BIUST Successfully Obtains international Patent For Diamond Sorting Technology

The Botswana International University of Science and Technology (BIUST) invention for diamond sorting has been has passed the International Patent (Patent Cooperation Treaty (PCT)/World Intellectual Property Organization (WIPO)) examination.

More about the invention

The technology, which is a method and system for sorting of diamonds,was invented by Prof. Adamu Murtala Zungeru, Engr. Ernest Gomolemo Modise and Prof. Joseph Monamati Chuma,. It is the first Botswana National Granted patent that succeeded in the International Examination. 

The motivation for the development of the new paradoxical dual modality x-ray diamond sorting method was inspired by two perspectives. In the first dimension, Botswana has been involved with mining for at least five decades, with mining being a key national income generator.

However, the growth in mining has not been matched with an equivalent growth in technology development, leaving many Botswana engineers and scientists being technology consumers of European and Asian products. BIUST’s endeavour thus was to demonstrate understanding and capability within Botswana and Africa of developing an internationally upheld product. 

The second dimension is a commercially driven perspective taking into consideration market forces that influence mineral pricing. Botswana has outplayed significant capital investment in setting up operations to  beneficiate and recover its previously rich diamond ores. Consequently, it is under pressure to break even and make profits from its investments. Investments are generally timed, and a good investment is one that has a fast return, sustainable and competitive.

The introduction of artificial diamonds with comparable quality at a very low price is now becoming a real threat and placing significant pressure on Botswana’s diamond companies to, by whatever means, implement methods that will optimize recovery. Thus, it is important to be mined cost-effectively when a resource has been identified.

The cost-effectiveness of a diamond recovery plant is driven by throughput and quality of recovery. In the diamond value chain, most subsystems are capable of handling high tonnages or throughput up to and exceeding 500 tonnes per hour (tph).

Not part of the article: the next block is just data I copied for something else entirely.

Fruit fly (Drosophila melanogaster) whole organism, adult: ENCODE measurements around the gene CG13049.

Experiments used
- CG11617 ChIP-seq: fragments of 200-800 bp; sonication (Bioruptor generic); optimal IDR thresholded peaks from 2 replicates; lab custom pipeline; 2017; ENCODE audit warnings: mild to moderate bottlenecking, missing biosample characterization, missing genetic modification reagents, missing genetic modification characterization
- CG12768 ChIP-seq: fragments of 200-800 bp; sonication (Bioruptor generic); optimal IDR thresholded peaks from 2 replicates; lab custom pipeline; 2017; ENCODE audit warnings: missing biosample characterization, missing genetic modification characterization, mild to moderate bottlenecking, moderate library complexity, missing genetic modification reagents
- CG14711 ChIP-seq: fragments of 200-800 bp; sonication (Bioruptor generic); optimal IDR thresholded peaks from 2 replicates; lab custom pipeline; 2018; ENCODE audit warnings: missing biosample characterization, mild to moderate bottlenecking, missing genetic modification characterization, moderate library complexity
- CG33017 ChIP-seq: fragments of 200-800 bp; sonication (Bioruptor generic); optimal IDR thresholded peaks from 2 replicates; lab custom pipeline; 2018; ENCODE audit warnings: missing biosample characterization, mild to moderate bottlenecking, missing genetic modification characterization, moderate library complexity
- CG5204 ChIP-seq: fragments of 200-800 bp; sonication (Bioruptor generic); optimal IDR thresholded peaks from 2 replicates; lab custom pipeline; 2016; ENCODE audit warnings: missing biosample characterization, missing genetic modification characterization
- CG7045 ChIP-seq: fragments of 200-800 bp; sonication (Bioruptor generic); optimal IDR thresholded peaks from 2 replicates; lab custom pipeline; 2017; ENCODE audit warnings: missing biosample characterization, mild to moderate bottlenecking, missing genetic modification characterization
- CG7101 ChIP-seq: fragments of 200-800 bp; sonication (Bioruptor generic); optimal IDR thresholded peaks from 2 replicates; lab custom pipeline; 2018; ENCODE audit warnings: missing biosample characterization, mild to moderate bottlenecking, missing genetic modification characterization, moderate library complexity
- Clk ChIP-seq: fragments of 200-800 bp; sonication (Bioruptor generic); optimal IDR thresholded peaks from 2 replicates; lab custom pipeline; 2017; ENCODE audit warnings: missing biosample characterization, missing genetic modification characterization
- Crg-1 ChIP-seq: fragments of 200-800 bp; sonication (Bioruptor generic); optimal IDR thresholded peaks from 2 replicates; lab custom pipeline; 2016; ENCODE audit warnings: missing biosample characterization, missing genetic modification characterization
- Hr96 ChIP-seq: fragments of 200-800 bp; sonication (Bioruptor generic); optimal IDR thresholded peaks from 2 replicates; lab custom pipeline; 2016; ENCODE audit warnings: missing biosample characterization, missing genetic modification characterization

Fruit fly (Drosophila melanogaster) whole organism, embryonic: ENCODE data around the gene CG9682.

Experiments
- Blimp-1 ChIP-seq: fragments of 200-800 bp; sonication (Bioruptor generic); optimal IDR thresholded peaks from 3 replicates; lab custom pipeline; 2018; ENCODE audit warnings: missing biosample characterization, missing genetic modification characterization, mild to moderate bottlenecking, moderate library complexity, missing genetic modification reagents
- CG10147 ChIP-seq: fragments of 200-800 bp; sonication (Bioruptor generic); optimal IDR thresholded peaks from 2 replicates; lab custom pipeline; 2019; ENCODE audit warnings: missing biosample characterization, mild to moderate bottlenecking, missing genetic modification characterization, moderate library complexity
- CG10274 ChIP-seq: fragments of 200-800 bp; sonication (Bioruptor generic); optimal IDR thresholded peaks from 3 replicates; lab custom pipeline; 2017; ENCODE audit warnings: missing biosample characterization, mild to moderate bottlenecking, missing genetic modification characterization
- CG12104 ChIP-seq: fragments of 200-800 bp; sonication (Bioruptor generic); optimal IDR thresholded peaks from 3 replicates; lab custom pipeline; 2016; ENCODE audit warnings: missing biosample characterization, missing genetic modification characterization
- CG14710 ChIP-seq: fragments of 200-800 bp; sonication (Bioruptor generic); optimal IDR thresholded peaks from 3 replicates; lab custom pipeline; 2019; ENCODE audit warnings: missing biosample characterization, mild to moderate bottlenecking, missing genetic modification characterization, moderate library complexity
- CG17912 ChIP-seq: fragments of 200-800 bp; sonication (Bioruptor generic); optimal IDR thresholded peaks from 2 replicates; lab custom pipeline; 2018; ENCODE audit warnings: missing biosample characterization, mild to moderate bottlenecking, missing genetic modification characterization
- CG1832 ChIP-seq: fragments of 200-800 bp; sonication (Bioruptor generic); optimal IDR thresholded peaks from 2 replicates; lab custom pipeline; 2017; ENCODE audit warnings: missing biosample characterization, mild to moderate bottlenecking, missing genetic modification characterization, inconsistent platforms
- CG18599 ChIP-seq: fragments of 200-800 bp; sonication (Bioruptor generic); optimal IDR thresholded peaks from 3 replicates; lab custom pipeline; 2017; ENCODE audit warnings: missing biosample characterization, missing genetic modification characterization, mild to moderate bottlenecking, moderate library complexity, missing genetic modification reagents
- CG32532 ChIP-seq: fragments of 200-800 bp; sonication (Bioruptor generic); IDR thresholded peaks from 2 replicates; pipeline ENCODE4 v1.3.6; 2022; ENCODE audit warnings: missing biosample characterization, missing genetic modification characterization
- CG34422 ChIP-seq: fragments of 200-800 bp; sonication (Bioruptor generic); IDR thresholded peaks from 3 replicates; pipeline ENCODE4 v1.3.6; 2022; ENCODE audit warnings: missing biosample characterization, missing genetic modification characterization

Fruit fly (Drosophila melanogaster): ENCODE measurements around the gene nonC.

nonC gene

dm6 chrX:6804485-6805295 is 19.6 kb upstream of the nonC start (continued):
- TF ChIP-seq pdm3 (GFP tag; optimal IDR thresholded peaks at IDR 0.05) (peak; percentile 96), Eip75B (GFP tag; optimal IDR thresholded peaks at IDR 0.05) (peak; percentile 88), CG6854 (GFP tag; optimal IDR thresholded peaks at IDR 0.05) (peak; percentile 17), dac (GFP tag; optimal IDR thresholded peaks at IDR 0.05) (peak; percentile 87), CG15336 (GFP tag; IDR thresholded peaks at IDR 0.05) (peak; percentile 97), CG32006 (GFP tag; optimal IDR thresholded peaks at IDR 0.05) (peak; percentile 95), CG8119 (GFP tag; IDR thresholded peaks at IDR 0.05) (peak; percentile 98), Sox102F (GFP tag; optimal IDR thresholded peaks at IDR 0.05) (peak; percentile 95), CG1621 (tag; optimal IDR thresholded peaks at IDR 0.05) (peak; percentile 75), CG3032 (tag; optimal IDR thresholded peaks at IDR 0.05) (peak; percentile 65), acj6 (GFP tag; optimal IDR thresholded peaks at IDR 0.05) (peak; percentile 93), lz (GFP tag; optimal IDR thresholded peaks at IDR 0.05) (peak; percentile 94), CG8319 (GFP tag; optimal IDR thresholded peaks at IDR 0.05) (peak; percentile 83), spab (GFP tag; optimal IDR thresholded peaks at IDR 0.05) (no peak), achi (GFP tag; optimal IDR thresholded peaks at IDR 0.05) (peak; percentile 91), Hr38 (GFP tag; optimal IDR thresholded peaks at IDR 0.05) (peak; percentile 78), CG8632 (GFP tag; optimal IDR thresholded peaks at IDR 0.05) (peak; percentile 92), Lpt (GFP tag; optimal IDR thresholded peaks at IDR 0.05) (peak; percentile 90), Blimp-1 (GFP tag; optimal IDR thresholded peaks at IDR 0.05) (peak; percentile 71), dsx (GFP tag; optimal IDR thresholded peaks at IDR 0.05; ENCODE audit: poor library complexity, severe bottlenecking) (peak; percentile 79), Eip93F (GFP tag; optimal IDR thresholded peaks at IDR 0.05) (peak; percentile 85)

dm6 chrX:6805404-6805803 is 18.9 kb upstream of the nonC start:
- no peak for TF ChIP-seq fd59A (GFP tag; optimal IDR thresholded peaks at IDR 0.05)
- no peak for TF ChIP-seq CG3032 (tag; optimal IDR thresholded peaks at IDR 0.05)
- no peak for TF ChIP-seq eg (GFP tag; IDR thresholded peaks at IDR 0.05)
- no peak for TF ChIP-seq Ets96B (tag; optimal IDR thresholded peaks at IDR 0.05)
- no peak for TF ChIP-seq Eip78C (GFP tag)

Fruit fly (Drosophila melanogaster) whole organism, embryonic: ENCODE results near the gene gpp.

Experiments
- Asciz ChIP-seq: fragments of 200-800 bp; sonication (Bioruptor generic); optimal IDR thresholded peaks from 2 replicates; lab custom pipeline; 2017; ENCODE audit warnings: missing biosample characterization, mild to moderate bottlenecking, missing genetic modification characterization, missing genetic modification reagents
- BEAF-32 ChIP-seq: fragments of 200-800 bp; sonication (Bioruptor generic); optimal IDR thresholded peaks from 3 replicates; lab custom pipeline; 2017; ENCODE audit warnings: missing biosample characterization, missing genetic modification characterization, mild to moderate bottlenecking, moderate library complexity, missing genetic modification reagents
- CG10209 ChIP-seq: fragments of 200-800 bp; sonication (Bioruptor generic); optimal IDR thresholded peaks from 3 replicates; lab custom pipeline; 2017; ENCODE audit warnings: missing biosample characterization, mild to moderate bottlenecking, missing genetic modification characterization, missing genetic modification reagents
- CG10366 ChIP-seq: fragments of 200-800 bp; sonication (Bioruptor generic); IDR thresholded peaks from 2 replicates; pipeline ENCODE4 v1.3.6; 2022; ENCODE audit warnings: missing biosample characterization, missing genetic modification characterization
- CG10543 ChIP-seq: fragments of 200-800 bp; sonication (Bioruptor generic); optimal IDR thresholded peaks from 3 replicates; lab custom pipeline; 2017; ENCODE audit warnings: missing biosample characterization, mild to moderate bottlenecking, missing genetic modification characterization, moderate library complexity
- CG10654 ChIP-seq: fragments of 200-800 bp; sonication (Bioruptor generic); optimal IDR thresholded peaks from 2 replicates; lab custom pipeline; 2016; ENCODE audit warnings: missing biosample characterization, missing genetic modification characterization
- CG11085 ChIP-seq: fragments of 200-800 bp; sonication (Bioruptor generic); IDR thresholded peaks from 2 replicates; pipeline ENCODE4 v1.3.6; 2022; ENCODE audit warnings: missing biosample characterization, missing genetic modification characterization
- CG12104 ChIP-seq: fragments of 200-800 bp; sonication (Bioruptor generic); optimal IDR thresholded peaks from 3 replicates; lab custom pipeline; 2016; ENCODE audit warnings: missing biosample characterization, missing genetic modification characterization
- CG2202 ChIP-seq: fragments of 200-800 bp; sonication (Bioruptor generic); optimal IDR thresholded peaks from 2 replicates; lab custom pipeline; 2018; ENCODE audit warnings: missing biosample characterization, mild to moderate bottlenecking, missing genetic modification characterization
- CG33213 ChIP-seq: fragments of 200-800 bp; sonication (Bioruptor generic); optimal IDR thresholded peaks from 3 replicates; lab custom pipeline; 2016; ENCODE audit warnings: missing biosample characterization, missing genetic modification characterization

Modern-day diamond sorting is achieved through the application of x-ray luminescence (XRL) and x-ray transmission (XRT) techniques due to diamond ores containing small-size diamonds < 32 mm, and large size diamonds > 10 mm. Such applications have hitherto been used independently of each other and have subsequently progressed mutually exclusively. With these methods, object classification is based on the material absorption coefficient under irradiation with Xrays. Key challenges affecting classification are self-absorption and contrast, which are subjects of luminescence and transmission. 

Luminescence suffers from self-absorption for large particles and high energy measurement, while transmission suffers from poor contrast on small particles. 

With this patent, BIUST developed a new paradoxical method of sorting diamonds combining the strengths of XRL and XRT techniques. Key features of the BIUST new paradoxical model performance are contrast mitigation for small particles, self-absorption rejection for a large particle at high energy, and improved particle detectability and classification.

The Invention has 10 Claims and describes a system for sorting of diamonds. The system comprises a conveying system including a conveyer belt to transport material samples including diamonds. Further, the system comprises an x-ray source configured to fire or emit x-rays at the material sample. 

Furthermore, the system comprises an x-ray luminescence (XRL) detector configured to measure radiated intensity of the x-rays from the material sample and an x-ray transmission (XRT) detector configured to measure transmitted intensity of the x-rays through the material sample. 

Also, the system comprises a processor that is configured to: receive the radiated intensity and the transmitted intensity from the XRL detector and the XRT detector, respectively; process the radiated intensity and the transmitted intensity to determine an equivalent absorption coefficient; and identify the material sample as diamond based on a comparison of the equivalent absorption coefficient and a pre-stored model species absorption coefficient. 

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